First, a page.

Bitcoin and other cryptocurrencies seem to have come to stay. Although not yet widely accepted,
they are gradually making their way into the mainstream consciousness of the society, growing
in leaps and bounds along the way. On Monday April 5, increasing demand by institutional and
retail investors pushed the cryptocurrency market capitalization to an all-time high of $2.02
trillion. For a week, from late March to early April 5, 2021, Bitcoin also steadily held at the $1
trillion market capitalization mark.
Source: China Daily
Although the regulatory climate for cryptocurrencies is still tense, if you are resident in either the
United States or the UK, you can benefit from the many opportunities cryptocurrencies present
as they are legal in both. Sadly, if you are in either India or Pakistan, you cannot. Next two
sections are dedicated to discussing conditions in the four of them.
Cryptocurrencies in the US and the UK
Generally, the US has been friendly towards cryptocurrencies. However, for the protection of
their users, it ensures cryptocurrencies are overseen by agencies such as the Financial Crimes
Enforcement Network (FinCEN). Bitcoin is classified as a money services business (MSB) and
is taxed by the Internal Revenue Service (IRS) as a property. Many companies in the US such as
Microsoft, Home Depot, Namecheap, Starbucks, and Tesla, among others, now accept Bitcoin as
a means of payment. The Financial Conduct Authority (FCA) of the UK is also supportive of
Bitcoin and other cryptocurrencies.
On Tuesday, April 20, 2020, Treasury Chief, Rishi Sunak, announced that the UK government
would explore the possibility of the creation of a new digital currency to be known as “Britcoin”
amidst a decline in cash payments as a result of the COVID-19 pandemic.
Cryptocurrencies in India and Pakistan
However, the reverse is the case in India and Pakistan. In 2018, India directed banks to suspend
dealing in cryptocurrencies. In April 2021, the Ministry of Corporate Affairs (the MCA) moved a
bill to ban their mining, holding, selling, and issuance. Punishment for offenders can be up to 10
years. The Indian government, through the Reserve Bank, however, has proposed the creation of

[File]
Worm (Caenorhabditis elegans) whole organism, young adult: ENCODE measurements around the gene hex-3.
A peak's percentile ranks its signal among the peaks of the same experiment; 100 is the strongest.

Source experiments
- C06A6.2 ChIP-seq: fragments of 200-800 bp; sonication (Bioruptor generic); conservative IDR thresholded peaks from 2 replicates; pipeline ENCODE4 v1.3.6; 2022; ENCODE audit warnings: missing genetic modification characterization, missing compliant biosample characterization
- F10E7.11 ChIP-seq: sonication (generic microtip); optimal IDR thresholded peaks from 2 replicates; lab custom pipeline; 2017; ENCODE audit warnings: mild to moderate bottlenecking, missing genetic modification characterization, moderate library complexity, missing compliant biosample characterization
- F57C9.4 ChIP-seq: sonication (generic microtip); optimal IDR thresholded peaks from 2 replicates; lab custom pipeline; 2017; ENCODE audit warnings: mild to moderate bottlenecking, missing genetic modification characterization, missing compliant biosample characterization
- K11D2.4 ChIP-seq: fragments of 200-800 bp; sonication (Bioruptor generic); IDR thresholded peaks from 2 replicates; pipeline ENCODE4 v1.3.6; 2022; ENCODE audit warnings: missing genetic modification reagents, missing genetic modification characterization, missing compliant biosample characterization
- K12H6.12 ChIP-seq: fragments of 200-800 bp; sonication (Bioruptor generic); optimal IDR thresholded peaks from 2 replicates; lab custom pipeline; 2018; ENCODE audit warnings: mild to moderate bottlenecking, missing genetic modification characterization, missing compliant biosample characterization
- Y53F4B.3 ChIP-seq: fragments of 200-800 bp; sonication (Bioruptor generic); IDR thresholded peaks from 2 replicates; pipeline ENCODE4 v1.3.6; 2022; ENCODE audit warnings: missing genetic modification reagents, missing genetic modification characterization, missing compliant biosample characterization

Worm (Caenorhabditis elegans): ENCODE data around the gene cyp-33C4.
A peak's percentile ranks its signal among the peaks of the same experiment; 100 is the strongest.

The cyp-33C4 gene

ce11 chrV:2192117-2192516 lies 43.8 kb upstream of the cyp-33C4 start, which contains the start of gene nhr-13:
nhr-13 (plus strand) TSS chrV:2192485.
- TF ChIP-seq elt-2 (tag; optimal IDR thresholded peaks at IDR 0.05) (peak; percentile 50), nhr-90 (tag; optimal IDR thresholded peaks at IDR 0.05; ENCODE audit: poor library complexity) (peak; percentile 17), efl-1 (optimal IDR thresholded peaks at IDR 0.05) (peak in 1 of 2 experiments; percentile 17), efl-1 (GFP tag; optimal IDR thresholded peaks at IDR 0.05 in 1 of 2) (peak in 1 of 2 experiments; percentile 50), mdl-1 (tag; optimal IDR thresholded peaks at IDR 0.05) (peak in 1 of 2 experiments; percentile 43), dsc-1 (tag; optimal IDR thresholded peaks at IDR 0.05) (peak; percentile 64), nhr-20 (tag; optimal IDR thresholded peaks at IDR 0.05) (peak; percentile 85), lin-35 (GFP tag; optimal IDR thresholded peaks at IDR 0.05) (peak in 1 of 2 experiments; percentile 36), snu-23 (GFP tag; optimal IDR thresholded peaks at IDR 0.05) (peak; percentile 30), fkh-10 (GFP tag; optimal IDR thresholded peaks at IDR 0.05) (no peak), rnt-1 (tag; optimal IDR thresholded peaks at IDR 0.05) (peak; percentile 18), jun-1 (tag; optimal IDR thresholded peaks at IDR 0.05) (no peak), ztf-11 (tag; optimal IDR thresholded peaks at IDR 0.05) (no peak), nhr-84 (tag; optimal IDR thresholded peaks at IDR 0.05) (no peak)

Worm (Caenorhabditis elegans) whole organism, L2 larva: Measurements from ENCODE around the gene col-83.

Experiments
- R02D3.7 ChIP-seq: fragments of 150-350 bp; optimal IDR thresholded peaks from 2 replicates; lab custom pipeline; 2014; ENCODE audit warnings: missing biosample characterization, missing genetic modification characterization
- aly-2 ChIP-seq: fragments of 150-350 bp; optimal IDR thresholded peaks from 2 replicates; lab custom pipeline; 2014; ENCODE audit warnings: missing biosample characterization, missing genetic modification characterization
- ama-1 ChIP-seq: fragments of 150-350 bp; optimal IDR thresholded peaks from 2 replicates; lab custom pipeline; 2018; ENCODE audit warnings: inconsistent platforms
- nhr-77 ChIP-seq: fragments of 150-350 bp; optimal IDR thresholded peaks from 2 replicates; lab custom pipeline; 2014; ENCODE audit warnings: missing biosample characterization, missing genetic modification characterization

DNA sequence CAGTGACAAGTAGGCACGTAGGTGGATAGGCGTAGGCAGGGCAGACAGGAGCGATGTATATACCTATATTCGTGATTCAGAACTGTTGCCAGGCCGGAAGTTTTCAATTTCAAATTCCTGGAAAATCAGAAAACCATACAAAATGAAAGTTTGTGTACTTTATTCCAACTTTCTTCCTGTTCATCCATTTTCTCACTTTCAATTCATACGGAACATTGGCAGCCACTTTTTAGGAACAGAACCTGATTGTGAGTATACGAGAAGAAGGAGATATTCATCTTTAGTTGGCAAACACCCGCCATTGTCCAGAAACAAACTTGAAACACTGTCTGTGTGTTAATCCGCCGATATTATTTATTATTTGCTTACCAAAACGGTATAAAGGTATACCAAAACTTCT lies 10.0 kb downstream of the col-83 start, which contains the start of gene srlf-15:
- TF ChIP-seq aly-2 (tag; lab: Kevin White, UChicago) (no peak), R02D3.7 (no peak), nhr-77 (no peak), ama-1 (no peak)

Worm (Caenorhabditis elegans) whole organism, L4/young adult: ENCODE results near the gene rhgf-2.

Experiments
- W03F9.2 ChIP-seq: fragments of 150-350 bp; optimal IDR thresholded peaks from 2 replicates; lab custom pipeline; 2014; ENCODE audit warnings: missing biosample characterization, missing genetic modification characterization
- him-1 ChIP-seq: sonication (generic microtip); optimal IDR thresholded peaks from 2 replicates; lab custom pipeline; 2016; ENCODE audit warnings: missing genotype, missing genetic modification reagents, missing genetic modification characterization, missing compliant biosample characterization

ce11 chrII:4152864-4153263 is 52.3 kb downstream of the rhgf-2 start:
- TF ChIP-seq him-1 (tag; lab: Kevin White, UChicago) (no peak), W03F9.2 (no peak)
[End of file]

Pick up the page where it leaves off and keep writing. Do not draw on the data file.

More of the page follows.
a digital rupee for use as legal tender. In Pakistan, cryptocurrencies are neither legal nor banned.
According to the State Bank of Pakistan, nowhere in the country is anyone authorized to transact
in them – except in the province of Khyber Pakhtunkhwa where they were first legalized in
Countries Where Cryptocurrencies are Banned
Over a decade after the invention of the first cryptocurrency, Bitcoin, cryptocurrencies are still a
contentious digital asset in many countries. Because of their decentralized and trustless nature
which makes their transactions anonymous, they have attracted both the interest and cynicism of
government authorities. On Tuesday, January 19, 2021, Janet Yellen, the then Secretary of the
Treasury nominee, raised an alarm about cryptocurrencies being used for “illicit financing.”
However, that is not entirely true.
Most cryptocurrencies are not used for criminal transactions. In fact, for the past two years,
cryptocurrencies’ shares of criminal activities have been falling: in 2019, only 2.1% of the
volume of all cryptocurrency transactions, representing about $21.4 billion worth of transfers,
was criminal. In 2020, that figure reduced to 0.34%, an equivalent of just $10 billion. That is, fiat
currency, not cryptocurrencies, is still the biggest culprit in “illicit financing.” Therefore, it
should be the primary target of anti-money laundering campaigns.
However, despite that the claim that cryptocurrencies are mainly used for illegal activities has
been proven to be demonstrably false, it does not only persist; it also continues to influence
policy-making. In fact, because of it and other reasons, Bitcoin has been effectively banned in
the following countries:
And many more
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